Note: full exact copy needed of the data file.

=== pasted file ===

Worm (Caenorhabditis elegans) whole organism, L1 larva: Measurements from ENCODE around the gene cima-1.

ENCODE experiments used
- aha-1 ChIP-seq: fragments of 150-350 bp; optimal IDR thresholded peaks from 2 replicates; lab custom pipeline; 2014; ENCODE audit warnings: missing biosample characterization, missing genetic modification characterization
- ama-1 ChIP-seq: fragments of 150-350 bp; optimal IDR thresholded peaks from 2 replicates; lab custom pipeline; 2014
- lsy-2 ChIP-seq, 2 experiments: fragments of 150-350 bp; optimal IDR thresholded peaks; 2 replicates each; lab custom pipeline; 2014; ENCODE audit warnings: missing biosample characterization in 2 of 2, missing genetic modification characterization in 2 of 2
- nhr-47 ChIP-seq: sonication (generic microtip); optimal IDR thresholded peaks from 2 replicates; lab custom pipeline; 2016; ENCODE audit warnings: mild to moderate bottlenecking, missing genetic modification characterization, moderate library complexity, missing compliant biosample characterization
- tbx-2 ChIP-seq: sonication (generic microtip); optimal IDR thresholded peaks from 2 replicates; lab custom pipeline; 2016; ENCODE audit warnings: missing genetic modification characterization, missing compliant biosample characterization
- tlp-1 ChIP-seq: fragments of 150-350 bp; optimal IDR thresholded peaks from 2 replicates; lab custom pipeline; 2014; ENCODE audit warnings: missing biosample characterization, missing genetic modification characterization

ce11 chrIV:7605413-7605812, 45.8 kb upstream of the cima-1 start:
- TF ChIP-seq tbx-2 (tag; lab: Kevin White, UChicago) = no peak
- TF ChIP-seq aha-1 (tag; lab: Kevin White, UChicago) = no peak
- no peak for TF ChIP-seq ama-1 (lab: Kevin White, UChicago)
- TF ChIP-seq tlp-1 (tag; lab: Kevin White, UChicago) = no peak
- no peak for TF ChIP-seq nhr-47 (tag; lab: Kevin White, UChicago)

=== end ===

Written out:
Worm (Caenorhabditis elegans) whole organism, L1 larva: Measurements from ENCODE around the gene cima-1.

ENCODE experiments used
- aha-1 ChIP-seq: fragments of 150-350 bp; optimal IDR thresholded peaks from 2 replicates; lab custom pipeline; 2014; ENCODE audit warnings: missing biosample characterization, missing genetic modification characterization
- ama-1 ChIP-seq: fragments of 150-350 bp; optimal IDR thresholded peaks from 2 replicates; lab custom pipeline; 2014
- lsy-2 ChIP-seq, 2 experiments: fragments of 150-350 bp; optimal IDR thresholded peaks; 2 replicates each; lab custom pipeline; 2014; ENCODE audit warnings: missing biosample characterization in 2 of 2, missing genetic modification characterization in 2 of 2
- nhr-47 ChIP-seq: sonication (generic microtip); optimal IDR thresholded peaks from 2 replicates; lab custom pipeline; 2016; ENCODE audit warnings: mild to moderate bottlenecking, missing genetic modification characterization, moderate library complexity, missing compliant biosample characterization
- tbx-2 ChIP-seq: sonication (generic microtip); optimal IDR thresholded peaks from 2 replicates; lab custom pipeline; 2016; ENCODE audit warnings: missing genetic modification characterization, missing compliant biosample characterization
- tlp-1 ChIP-seq: fragments of 150-350 bp; optimal IDR thresholded peaks from 2 replicates; lab custom pipeline; 2014; ENCODE audit warnings: missing biosample characterization, missing genetic modification characterization

ce11 chrIV:7605413-7605812, 45.8 kb upstream of the cima-1 start:
- TF ChIP-seq tbx-2 (tag; lab: Kevin White, UChicago) = no peak
- TF ChIP-seq aha-1 (tag; lab: Kevin White, UChicago) = no peak
- no peak for TF ChIP-seq ama-1 (lab: Kevin White, UChicago)
- TF ChIP-seq tlp-1 (tag; lab: Kevin White, UChicago) = no peak
- no peak for TF ChIP-seq nhr-47 (tag; lab: Kevin White, UChicago)